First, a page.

The Best Part of My Life is Ahead

Stories of Hope: An Interview with Caroline Turriff

This is part of a series featuring individuals who share their life experiences with mental health issues. Recently, I asked writer and blogger Caroline Turriff about the mental health challenges she has faced and some of the lessons she has learned through her journey. Here’s our interview:

DS: Tell us about when you first started becoming aware of your mental health concerns. Also, how did they affect you before you sought treatment?

CT: My mental health problems started very early; my parents had already taken me to see a child psychologist by the time I was 8. Because my mother was out of the house six days a week and I had multiple nannies who kept leaving, by an early age I had retreated into a fantasy world. I had a brief bout of anorexia at the age of 7 or 8 and, because of my eating disorder, started secretly self-harming to try to stop myself developing into a woman from the age of 11.

From 13 I had OCD (obsessive-compulsive disorder), searching all over the house for serial killers, finding hiding places from the serial killers, and practising my escape routes. I realised later this was because my mother was very threatening towards me and I thought she was going to kill me.

At the age of 16,  after my father told me I was ugly, I developed body dysmorphic disorder and wanted to have multiple operations to change my appearance. My parents took me to see a psychiatrist, who said my mental health problems were their fault.

I was depressed from the age of 12 when my father left home, but developed clinical depression from my late teens. My parents were unsympathetic. Eventually I sought treatment myself through private therapy in my early twenties.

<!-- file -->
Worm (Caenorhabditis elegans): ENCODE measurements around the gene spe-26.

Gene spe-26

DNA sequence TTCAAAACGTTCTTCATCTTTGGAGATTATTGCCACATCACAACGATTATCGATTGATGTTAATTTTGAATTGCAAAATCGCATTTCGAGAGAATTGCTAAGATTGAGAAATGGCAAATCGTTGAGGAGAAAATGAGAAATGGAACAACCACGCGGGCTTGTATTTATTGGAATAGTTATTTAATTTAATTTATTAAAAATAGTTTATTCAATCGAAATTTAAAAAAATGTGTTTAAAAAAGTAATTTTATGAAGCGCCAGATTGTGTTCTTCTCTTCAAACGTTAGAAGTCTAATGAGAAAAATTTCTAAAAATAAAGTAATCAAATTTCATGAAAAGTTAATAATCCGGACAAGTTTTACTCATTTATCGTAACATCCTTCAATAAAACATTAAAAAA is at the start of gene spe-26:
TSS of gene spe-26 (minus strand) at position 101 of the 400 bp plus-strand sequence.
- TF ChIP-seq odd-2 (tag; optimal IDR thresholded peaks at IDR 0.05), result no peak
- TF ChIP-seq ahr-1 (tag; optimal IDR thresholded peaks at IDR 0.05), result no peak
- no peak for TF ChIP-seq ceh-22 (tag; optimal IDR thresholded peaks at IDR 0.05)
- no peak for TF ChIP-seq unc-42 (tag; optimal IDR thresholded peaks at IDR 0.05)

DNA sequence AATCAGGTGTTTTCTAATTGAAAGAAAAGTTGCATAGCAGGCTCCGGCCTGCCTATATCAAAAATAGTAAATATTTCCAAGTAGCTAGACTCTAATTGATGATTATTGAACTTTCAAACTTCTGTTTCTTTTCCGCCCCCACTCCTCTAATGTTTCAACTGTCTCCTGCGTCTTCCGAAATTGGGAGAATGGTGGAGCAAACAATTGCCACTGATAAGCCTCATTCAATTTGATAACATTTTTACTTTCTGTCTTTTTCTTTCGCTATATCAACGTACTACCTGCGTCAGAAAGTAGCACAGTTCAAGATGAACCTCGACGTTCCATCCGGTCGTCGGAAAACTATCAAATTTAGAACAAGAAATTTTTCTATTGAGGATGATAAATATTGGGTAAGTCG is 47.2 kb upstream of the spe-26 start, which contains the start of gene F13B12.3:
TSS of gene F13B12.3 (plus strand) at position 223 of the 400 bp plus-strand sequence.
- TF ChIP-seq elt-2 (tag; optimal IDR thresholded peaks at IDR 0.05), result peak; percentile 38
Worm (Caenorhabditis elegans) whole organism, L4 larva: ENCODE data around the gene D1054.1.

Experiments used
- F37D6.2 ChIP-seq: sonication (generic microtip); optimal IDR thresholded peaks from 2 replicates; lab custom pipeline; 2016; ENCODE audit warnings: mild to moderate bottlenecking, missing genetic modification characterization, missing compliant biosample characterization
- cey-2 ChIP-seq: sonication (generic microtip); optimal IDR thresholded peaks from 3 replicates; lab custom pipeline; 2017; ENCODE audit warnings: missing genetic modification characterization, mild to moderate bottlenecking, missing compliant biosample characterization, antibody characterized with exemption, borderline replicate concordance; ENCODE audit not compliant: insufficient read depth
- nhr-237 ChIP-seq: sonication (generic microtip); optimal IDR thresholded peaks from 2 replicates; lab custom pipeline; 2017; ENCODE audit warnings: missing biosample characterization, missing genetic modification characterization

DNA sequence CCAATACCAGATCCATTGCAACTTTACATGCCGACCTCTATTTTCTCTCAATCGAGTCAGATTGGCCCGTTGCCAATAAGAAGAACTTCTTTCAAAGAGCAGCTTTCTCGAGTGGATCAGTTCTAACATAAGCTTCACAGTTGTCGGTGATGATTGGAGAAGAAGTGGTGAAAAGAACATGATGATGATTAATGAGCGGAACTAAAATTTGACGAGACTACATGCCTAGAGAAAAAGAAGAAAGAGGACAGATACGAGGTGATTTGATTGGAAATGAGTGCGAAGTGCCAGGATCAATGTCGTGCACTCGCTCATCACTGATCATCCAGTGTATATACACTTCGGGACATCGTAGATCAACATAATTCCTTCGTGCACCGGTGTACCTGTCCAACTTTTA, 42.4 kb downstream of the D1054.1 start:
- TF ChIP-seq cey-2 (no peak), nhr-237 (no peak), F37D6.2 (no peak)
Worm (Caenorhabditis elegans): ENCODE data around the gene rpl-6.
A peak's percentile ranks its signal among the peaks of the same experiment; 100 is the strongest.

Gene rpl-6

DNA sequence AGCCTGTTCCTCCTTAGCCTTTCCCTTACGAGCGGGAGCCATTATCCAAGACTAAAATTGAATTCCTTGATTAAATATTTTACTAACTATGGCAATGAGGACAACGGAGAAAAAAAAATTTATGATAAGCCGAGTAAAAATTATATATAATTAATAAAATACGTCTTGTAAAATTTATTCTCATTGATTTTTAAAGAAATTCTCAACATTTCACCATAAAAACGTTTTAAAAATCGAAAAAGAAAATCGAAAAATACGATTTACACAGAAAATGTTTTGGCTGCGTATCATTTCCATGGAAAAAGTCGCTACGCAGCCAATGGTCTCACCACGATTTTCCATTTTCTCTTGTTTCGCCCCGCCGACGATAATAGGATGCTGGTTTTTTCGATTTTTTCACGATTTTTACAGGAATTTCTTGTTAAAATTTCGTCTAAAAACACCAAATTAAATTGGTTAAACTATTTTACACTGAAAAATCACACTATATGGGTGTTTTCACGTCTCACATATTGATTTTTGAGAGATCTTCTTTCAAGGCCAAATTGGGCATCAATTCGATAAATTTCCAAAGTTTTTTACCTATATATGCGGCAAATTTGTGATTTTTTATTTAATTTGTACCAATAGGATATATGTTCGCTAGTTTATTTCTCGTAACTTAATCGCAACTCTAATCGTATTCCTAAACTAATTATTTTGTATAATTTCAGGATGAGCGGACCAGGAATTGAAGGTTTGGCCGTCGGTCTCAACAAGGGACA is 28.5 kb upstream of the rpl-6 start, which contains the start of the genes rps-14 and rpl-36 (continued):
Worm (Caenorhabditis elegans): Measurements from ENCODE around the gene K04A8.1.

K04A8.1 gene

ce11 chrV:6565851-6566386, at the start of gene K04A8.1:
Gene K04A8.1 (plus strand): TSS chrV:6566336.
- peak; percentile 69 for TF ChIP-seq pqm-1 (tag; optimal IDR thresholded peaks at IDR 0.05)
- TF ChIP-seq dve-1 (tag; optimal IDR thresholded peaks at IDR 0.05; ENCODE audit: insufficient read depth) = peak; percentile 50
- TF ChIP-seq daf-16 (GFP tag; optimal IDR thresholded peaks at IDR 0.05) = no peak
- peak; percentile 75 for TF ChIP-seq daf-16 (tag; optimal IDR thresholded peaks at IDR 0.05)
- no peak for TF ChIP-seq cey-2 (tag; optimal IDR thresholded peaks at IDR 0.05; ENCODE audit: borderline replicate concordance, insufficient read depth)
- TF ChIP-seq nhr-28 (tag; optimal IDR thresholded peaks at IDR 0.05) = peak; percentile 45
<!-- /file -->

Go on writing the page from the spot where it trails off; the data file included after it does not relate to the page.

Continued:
DS: What was the turning point that led you to decide to seek help? What diagnoses did you receive?

CT: I had been suicidal, on and off, for many years. But by the age of 22 or 23 the suicidal thoughts were much stronger and I ended up with a carving knife at my throat about to cut my throat. Luckily, I was interrupted. I went to my doctor  and was diagnosed with clinical depression. The psychiatrists said I was too depressed to do therapy, that it might make me worse. But I thought it would help and found a private therapist.

Later, I was forced into treatment by my family, because my alcohol/drug addiction and bulimia were out of control. I was diagnosed in rehab with borderline personality disorder.  Although, years later, my local mental health team said this could well be PTSD (post-traumatic stress disorder).

In 2014 I went to my doctor and local mental health team for help as my OCD was rampant; I was doing crazy checking rituals 10 hours a day. I was diagnosed with OCD. I did not realise at the time that the reason the OCD was so bad was that I had had a nervous breakdown. This was because of financial problems and finding out my ex-boyfriend, who I was still involved with, was having a baby with someone else.

DS: What types of treatment have you been involved in, and what have you found that has worked well for you?

CT: I recovered from clinical depression through talking therapy. I found antidepressants did not work that well and only took the edge off. I got clean from drug and alcohol addiction in 12-step rehabs and groups. The bulimia lifted when I (temporarily) stopped eating sugar and high fat foods. The OCD (which I believe was a symptom of PTSD) improved massively when I went on a high dose of SSRI anti-anxiety medication. There was then further significant improvement in the OCD when I had EMDR (eye movement desensitization and reprocessing) therapy, which is a leading treatment for PTSD.

DS: How are things going for you now? What have you learned that has helped you stay positive and healthy?